As we are in the Fall season and approaching Winter, many individuals may experience a clear runny nose, post-nasal drip, sneezing, sore throat, nasal congestion, sinus pressure, headache, coughing, and/or fatigue. The question to many becomes, “Do I have a common cold or do I have Fall/Winter allergies? It is a common question to an even more common complaint. How does someone know if they are having allergies rather than the common cold? Well, if someone does not have a history of allergic rhinitis (i.e., hay fever) and they develop the above-mentioned symptoms, they probably are not experiencing allergies, unless these symptoms persist for several weeks or more. If the symptoms persist, one should consult a board certified allergist like the ones at Black & Kletz Allergy. The allergy specialist can help identify if one has allergies vs. are the symptoms a result of a lingering cold or a secondary bacterial infection (e.g., sinus infection, upper respiratory infection, pneumonia)?
The common cold is caused by a variety of viruses (e.g., rhinovirus, human coronavirus, influenza viruses, parainfluenza virus, human respiratory syncytial virus (i.e., RSV), enteroviruses other than rhinovirus, and adenoviruses). There are over 200 viruses associated with the common cold, although rhinovirus accounts for most of them. In addition, approximately 25% of colds are caused by unknown factors, which are presumed to be due to unidentifiable viruses.
Of particular importance to infants and young children is the human respiratory syncytial virus which can be fairly severe in these age groups and cause life-threatening illness in approximately 1-2% of infants and young children who get the virus. RSV may also cause serious symptoms in individuals whose immune systems are compromised, as well as in individuals with chronic heart or lung disease. Most of the time, RSV has a mild self-limited course in children and adults resulting in a cold-like illness. In fact, almost all children get RSV by the age of 2. It is only this 1-2% of infants and young children, some individuals whose immune systems are compromised, and some people with chronic heart or lung disease who go on to develop more serious symptoms which may include pneumonia (i.e., infection of the lungs), and/or bronchiolitis [i.e., inflammation of the bronchioles (small breathing tubes in the lungs]. Infants and young children with this more severe course often require intravenous antibiotics and fluids, oxygen, and sometimes need to be placed on a ventilator for a short period of time in order to help them through the respiratory distress that can accompany this virus. In addition, infants and young children that develop complications from RSV may be more likely to develop asthma in the future.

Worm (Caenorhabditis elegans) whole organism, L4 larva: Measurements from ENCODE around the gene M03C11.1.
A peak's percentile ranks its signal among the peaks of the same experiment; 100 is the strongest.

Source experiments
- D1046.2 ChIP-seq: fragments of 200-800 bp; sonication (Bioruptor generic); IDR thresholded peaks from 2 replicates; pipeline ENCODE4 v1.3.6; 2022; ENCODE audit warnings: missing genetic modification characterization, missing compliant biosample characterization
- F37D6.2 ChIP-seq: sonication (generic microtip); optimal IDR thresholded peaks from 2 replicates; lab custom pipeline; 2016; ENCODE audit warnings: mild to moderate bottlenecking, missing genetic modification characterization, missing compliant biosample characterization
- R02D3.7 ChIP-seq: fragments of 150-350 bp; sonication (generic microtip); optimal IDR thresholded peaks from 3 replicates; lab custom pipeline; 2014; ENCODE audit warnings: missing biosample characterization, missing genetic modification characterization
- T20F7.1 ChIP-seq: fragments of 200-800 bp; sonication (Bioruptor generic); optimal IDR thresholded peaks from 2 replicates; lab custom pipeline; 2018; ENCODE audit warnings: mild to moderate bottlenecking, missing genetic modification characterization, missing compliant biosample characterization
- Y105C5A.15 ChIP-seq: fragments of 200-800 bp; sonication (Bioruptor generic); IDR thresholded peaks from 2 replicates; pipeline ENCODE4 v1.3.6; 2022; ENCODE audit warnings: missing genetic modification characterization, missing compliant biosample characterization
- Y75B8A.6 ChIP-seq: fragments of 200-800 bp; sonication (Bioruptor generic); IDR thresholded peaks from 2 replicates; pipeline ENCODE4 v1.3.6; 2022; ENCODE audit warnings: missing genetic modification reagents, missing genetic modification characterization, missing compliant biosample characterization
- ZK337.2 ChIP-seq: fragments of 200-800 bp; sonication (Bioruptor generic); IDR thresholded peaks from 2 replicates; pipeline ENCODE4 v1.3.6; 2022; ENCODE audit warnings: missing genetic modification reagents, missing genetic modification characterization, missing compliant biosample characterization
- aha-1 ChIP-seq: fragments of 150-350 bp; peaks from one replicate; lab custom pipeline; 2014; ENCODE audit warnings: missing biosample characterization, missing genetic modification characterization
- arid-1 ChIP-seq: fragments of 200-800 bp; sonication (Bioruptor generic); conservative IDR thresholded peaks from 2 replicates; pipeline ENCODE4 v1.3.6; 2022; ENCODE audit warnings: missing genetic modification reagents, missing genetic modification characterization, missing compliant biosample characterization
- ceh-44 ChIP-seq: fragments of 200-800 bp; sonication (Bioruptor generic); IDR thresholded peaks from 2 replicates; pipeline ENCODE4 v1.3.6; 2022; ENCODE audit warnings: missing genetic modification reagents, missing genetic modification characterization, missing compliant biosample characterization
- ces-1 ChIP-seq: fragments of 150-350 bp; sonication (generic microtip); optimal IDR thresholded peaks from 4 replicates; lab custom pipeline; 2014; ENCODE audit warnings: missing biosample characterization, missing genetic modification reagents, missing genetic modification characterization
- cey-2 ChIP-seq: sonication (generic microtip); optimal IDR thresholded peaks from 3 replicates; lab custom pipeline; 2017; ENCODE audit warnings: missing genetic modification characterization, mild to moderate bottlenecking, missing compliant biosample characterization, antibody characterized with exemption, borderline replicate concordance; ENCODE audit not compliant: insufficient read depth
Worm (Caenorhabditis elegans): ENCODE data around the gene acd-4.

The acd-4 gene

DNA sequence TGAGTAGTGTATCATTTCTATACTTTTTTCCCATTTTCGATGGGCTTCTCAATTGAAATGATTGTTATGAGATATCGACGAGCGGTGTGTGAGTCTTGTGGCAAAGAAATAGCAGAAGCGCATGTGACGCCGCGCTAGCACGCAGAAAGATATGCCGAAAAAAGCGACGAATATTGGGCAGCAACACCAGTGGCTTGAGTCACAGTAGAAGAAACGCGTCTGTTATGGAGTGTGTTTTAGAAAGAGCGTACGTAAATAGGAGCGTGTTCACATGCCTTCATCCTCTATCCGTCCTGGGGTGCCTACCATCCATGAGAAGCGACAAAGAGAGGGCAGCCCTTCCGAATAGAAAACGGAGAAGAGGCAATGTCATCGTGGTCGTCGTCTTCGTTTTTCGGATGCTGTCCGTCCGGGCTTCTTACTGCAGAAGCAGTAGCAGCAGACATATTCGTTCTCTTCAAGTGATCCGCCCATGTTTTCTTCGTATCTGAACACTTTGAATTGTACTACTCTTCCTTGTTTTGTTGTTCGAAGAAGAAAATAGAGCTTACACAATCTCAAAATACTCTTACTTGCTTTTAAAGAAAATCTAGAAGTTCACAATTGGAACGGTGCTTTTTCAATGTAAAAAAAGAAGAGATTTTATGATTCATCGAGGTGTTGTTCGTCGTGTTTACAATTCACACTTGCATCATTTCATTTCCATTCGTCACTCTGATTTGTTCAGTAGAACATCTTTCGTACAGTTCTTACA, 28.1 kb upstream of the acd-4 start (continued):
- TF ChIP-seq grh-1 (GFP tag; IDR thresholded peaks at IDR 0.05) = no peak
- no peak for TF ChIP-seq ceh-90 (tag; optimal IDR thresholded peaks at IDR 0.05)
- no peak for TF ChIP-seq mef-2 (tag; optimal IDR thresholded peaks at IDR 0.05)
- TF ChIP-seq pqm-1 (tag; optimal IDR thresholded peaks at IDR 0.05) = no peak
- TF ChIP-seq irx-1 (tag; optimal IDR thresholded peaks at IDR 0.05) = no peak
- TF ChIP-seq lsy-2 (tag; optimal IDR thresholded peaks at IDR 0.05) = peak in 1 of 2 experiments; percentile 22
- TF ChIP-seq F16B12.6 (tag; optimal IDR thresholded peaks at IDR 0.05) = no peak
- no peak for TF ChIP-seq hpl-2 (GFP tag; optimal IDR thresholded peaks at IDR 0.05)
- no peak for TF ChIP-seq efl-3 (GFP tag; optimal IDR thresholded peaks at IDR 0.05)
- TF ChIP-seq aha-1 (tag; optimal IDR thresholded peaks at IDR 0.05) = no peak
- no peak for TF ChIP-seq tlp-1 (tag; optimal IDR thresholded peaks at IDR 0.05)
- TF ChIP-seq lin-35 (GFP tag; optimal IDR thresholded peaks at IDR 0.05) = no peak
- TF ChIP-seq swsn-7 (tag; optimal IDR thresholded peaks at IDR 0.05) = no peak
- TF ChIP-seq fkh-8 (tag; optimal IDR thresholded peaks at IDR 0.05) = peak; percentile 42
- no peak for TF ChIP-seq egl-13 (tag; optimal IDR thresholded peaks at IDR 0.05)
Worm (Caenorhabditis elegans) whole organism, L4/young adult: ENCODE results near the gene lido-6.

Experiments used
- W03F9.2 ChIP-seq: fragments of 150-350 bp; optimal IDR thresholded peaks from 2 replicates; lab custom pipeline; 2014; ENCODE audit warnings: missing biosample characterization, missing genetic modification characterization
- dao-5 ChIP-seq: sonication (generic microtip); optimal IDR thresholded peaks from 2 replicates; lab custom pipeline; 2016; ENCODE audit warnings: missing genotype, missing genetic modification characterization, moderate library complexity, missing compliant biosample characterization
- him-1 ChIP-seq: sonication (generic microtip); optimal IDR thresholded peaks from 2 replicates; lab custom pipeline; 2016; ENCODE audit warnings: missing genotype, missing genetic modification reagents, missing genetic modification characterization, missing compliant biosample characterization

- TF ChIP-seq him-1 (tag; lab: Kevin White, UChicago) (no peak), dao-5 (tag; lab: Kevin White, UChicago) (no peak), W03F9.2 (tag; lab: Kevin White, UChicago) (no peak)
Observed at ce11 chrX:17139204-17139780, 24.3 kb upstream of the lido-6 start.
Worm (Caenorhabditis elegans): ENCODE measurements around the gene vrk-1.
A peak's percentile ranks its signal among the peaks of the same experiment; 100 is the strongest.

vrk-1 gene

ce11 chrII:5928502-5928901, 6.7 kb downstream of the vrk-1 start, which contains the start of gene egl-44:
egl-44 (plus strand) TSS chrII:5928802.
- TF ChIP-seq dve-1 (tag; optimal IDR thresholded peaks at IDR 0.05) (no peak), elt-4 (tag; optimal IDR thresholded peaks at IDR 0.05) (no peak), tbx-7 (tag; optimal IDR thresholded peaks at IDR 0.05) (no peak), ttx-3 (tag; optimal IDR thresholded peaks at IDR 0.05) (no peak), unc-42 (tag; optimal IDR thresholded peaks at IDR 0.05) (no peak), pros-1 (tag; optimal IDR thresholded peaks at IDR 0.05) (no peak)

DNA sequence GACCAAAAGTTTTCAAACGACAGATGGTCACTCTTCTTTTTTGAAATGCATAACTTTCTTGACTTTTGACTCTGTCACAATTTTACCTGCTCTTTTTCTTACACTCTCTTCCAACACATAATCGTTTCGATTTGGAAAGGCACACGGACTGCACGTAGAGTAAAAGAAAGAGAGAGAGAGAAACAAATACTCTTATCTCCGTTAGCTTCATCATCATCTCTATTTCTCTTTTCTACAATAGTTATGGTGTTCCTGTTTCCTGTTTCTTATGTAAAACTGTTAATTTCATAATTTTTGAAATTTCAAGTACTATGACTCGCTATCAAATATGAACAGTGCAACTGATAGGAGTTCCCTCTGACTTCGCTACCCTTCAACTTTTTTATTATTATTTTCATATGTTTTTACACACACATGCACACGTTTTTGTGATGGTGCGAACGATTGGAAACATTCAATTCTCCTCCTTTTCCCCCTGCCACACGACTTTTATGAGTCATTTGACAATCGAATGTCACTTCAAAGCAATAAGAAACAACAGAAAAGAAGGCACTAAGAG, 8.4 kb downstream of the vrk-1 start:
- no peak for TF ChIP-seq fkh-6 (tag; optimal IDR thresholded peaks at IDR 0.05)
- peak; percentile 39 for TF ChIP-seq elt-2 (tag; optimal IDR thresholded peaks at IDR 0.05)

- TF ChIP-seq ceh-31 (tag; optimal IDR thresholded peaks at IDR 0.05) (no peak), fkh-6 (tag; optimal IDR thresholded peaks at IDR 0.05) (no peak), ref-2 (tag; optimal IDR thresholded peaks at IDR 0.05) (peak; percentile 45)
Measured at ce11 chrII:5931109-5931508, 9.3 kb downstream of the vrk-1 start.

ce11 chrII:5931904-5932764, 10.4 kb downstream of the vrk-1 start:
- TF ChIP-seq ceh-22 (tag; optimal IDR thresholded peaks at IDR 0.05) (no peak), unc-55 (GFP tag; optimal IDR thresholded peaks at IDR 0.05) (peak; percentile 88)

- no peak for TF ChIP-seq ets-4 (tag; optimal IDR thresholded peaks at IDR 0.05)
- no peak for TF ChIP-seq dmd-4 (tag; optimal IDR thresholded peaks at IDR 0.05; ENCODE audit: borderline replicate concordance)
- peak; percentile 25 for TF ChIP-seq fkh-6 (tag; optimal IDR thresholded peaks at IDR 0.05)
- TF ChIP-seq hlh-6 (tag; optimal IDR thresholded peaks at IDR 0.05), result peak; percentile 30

While discussing the common cold, there is a common myth to debunk regarding the development of the common cold and environmental factors. It is a myth that being out in the cold weather will cause a cold. The traditional theory is that a cold can be “caught” by the prolonged exposure to cold weather, which is probably how the disease got its name. It is much more likely that in the Fall and Winter months, when it happens to be cold outside, some of the viruses that cause the common cold occur more frequently during this time period. If these viruses are more prevalent during this time period, it stands to reason that we are exposed to more of these viruses at this time and therefore are more likely to “catch” a cold in these colder months. One other factor to consider is that once a few individuals develop colds, since it is easily transmissible, more and more people who are in close contact will then develop colds. This process becomes exponentially larger and before you know it, “almost everybody” has a cold.
What about someone who does have a history of allergies? If they develop the classic symptoms of a cold in the Fall or Winter as mentioned in the first paragraph, is it their allergies or a common cold? The same basic formula applies to them. If the symptoms are present for a week or two, one is to assume it is a common cold. However, if the symptoms last several weeks or more, then one is to assume that their allergies are playing a role. The allergens that typically cause allergic rhinitis symptoms in the Fall and Winter include dust mites, molds, pets, cockroaches, and other animals such as rodents. Allergy testing can be done via skin or blood testing. If an environmental allergy is identified, it is important to try to prevent exposure to the allergens. If that does not relieve the symptoms, then there are host of medications that can be utilized in order to help mitigate one’s allergy symptoms.
If you are suffering from a prolonged “cold” and/or are not sure if your symptoms may be due to allergies and you would like to be seen at one of Black & Kletz Allergy’s 3 convenient locations in Washington, DC, McLean, VA (Tysons Corner, VA), or Manassas, VA, please call us to make an appointment. Alternatively, you can click Request an Appointment and we will get back to you within 24 hours by the next business day. We offer parking at each office location and we are Metro accessible at our Washington, DC and McLean, VA locations. We also offer a free shuttle that runs between our McLean, VA office and the Spring Hill metro station on the silver line. Black & Kletz Allergy provides a friendly and caring environment for you to get the top quality allergy, asthma, and immunology treatment that we have been providing the community for more than 50 years.